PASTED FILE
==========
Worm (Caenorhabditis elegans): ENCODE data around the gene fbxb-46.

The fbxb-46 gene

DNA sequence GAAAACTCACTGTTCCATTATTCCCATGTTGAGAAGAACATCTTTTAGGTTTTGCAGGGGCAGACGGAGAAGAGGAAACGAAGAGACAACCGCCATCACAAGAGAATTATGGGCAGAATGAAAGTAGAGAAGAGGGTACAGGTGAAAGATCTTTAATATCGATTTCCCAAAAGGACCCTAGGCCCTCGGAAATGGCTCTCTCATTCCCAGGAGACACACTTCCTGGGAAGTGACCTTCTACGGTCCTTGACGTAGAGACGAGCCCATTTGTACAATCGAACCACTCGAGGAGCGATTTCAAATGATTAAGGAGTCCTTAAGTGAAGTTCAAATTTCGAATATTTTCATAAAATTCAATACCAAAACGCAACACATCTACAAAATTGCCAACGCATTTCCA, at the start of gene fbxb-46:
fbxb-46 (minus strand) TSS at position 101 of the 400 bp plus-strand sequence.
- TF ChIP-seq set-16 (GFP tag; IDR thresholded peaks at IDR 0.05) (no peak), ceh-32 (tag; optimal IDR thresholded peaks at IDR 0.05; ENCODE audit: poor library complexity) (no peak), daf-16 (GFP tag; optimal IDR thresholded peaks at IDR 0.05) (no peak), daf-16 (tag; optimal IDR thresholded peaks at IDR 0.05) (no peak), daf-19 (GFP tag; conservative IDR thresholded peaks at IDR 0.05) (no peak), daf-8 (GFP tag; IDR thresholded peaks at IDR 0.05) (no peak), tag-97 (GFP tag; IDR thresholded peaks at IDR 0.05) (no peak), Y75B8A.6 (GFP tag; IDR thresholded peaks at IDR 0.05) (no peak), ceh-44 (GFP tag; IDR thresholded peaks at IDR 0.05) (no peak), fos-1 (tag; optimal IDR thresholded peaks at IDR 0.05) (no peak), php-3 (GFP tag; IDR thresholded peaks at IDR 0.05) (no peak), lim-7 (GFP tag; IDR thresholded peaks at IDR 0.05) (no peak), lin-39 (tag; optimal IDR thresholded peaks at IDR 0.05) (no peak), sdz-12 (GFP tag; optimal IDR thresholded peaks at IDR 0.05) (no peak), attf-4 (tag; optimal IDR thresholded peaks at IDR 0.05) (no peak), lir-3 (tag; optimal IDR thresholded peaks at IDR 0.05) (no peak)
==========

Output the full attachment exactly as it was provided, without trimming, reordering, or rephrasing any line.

Worm (Caenorhabditis elegans): ENCODE data around the gene fbxb-46.

The fbxb-46 gene

DNA sequence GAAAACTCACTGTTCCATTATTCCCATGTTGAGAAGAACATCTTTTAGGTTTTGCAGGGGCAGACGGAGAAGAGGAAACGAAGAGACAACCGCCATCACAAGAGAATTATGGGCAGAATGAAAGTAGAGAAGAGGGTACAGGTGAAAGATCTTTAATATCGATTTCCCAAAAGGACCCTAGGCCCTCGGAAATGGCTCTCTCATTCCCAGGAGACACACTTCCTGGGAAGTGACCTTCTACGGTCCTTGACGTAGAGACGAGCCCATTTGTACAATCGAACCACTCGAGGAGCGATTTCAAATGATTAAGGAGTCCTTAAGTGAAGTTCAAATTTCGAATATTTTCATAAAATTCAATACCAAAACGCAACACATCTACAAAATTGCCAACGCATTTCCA, at the start of gene fbxb-46:
fbxb-46 (minus strand) TSS at position 101 of the 400 bp plus-strand sequence.
- TF ChIP-seq set-16 (GFP tag; IDR thresholded peaks at IDR 0.05) (no peak), ceh-32 (tag; optimal IDR thresholded peaks at IDR 0.05; ENCODE audit: poor library complexity) (no peak), daf-16 (GFP tag; optimal IDR thresholded peaks at IDR 0.05) (no peak), daf-16 (tag; optimal IDR thresholded peaks at IDR 0.05) (no peak), daf-19 (GFP tag; conservative IDR thresholded peaks at IDR 0.05) (no peak), daf-8 (GFP tag; IDR thresholded peaks at IDR 0.05) (no peak), tag-97 (GFP tag; IDR thresholded peaks at IDR 0.05) (no peak), Y75B8A.6 (GFP tag; IDR thresholded peaks at IDR 0.05) (no peak), ceh-44 (GFP tag; IDR thresholded peaks at IDR 0.05) (no peak), fos-1 (tag; optimal IDR thresholded peaks at IDR 0.05) (no peak), php-3 (GFP tag; IDR thresholded peaks at IDR 0.05) (no peak), lim-7 (GFP tag; IDR thresholded peaks at IDR 0.05) (no peak), lin-39 (tag; optimal IDR thresholded peaks at IDR 0.05) (no peak), sdz-12 (GFP tag; optimal IDR thresholded peaks at IDR 0.05) (no peak), attf-4 (tag; optimal IDR thresholded peaks at IDR 0.05) (no peak), lir-3 (tag; optimal IDR thresholded peaks at IDR 0.05) (no peak)